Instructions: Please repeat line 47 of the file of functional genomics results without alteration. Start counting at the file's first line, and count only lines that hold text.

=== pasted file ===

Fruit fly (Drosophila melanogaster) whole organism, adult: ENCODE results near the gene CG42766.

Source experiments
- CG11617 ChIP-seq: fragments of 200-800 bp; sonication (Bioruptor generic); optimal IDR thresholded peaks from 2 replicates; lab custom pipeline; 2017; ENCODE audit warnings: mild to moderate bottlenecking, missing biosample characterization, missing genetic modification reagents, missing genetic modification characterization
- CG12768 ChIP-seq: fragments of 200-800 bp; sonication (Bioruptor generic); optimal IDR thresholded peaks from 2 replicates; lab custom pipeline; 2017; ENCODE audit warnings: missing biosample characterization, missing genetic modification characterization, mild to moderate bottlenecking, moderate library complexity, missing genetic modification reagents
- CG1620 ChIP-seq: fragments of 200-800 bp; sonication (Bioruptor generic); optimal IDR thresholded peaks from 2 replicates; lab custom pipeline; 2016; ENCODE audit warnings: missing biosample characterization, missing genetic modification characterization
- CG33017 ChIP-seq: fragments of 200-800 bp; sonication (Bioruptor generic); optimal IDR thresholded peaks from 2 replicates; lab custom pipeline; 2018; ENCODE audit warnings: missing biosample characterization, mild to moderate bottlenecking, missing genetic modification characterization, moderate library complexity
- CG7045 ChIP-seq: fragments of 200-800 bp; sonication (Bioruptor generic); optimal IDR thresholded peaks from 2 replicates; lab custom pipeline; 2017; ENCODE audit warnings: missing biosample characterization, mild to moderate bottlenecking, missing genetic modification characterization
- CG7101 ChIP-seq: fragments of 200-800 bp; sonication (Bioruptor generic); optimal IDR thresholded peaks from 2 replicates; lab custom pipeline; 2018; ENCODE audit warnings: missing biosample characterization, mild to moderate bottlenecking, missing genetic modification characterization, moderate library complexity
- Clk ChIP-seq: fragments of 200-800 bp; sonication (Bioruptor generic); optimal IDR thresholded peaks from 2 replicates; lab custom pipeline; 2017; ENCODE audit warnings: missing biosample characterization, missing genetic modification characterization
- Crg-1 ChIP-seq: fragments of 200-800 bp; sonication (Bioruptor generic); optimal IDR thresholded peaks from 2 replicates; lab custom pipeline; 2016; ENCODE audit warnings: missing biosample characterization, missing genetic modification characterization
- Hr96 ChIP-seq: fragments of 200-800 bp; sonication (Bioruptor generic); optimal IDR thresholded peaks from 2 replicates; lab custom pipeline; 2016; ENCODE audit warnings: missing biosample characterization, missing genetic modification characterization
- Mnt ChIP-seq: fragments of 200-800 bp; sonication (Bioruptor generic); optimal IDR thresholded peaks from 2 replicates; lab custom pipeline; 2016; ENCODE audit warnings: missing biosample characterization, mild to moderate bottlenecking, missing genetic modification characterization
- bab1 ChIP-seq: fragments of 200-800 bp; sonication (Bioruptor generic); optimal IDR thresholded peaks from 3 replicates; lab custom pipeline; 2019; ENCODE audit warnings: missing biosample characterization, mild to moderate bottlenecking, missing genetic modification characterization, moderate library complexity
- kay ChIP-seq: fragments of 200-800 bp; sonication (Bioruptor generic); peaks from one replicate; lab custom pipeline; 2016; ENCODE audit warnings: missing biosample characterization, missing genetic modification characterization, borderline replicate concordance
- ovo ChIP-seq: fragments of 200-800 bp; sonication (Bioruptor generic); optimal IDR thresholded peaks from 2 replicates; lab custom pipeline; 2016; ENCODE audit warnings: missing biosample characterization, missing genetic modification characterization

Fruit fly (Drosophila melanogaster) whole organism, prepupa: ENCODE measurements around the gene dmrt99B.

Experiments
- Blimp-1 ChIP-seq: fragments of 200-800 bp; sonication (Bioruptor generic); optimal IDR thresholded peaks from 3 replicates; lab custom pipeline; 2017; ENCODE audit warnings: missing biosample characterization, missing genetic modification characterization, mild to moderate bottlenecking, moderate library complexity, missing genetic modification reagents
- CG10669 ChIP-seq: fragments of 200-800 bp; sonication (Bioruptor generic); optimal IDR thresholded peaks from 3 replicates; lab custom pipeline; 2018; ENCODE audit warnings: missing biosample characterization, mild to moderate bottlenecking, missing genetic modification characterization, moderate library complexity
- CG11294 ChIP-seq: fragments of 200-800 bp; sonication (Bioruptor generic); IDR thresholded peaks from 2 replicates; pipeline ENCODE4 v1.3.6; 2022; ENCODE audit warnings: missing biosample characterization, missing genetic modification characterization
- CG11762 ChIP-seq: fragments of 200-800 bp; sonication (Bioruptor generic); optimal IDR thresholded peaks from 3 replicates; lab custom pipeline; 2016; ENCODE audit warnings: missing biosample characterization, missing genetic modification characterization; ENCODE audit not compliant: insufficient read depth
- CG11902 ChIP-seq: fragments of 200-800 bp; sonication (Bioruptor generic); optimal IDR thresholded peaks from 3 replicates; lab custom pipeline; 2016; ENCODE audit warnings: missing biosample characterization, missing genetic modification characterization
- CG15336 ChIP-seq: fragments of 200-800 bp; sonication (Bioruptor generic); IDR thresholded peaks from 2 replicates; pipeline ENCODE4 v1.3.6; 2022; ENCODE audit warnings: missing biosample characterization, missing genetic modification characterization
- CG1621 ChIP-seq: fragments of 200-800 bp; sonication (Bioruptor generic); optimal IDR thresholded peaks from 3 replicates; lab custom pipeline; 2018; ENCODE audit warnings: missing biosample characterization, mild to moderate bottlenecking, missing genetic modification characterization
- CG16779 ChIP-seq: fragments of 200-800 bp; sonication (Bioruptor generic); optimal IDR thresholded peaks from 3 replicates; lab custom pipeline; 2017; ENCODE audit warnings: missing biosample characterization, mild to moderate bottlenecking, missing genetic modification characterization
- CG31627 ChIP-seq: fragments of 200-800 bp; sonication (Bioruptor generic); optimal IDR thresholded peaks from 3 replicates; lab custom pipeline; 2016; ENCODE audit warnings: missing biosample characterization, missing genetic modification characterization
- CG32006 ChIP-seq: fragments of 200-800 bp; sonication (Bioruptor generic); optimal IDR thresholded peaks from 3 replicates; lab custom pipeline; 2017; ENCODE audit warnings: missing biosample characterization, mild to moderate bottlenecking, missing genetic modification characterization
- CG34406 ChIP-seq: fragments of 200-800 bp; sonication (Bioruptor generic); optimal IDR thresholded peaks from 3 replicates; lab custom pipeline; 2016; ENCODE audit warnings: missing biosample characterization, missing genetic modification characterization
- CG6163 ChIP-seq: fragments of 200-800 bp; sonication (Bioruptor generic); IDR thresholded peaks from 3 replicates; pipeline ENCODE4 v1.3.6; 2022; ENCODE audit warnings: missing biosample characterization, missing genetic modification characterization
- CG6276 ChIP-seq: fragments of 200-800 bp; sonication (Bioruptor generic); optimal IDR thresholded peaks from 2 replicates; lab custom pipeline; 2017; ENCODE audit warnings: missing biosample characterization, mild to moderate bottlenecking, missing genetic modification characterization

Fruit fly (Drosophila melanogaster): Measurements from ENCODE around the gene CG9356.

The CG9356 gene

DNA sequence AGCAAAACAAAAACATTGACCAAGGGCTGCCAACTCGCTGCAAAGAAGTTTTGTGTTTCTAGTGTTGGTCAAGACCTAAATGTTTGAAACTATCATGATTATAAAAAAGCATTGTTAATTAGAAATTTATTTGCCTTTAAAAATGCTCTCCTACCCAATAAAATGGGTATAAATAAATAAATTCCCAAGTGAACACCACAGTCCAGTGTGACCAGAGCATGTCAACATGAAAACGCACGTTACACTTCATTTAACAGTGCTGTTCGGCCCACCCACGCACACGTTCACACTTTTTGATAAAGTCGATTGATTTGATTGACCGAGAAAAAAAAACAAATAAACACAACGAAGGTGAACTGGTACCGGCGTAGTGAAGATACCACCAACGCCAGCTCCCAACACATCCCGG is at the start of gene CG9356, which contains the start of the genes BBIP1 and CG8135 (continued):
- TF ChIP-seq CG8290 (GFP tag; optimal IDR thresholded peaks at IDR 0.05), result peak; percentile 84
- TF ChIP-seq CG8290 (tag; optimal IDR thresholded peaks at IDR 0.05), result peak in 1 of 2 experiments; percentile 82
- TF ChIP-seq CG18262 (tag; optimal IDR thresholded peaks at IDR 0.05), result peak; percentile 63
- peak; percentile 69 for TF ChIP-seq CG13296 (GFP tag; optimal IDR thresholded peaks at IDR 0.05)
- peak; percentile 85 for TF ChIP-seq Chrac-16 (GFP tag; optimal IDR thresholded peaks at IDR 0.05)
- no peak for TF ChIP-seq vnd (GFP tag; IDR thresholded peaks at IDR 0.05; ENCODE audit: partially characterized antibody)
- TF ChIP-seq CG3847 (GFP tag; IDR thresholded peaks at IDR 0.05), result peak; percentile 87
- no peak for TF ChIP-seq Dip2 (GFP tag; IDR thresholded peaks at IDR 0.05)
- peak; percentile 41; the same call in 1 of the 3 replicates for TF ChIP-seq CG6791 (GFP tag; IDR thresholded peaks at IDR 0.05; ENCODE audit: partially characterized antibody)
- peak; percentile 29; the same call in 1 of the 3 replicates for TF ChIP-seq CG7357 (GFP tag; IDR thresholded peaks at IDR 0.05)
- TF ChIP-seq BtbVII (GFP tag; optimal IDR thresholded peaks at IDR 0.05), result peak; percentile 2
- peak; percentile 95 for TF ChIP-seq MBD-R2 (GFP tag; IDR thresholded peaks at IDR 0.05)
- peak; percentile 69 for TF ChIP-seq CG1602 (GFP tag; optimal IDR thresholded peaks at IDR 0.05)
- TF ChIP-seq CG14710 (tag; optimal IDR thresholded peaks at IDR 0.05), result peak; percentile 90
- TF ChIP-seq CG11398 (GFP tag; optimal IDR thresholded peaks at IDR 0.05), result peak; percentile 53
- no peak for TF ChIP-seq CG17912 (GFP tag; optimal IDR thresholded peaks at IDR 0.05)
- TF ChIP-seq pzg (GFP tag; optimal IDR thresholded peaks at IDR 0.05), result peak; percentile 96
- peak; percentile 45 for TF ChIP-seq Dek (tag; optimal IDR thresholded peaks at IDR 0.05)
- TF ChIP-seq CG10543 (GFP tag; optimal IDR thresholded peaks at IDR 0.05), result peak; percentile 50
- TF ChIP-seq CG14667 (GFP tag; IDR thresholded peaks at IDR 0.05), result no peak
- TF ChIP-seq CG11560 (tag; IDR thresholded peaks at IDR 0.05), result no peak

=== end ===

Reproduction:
- TF ChIP-seq CG14710 (tag; optimal IDR thresholded peaks at IDR 0.05), result peak; percentile 90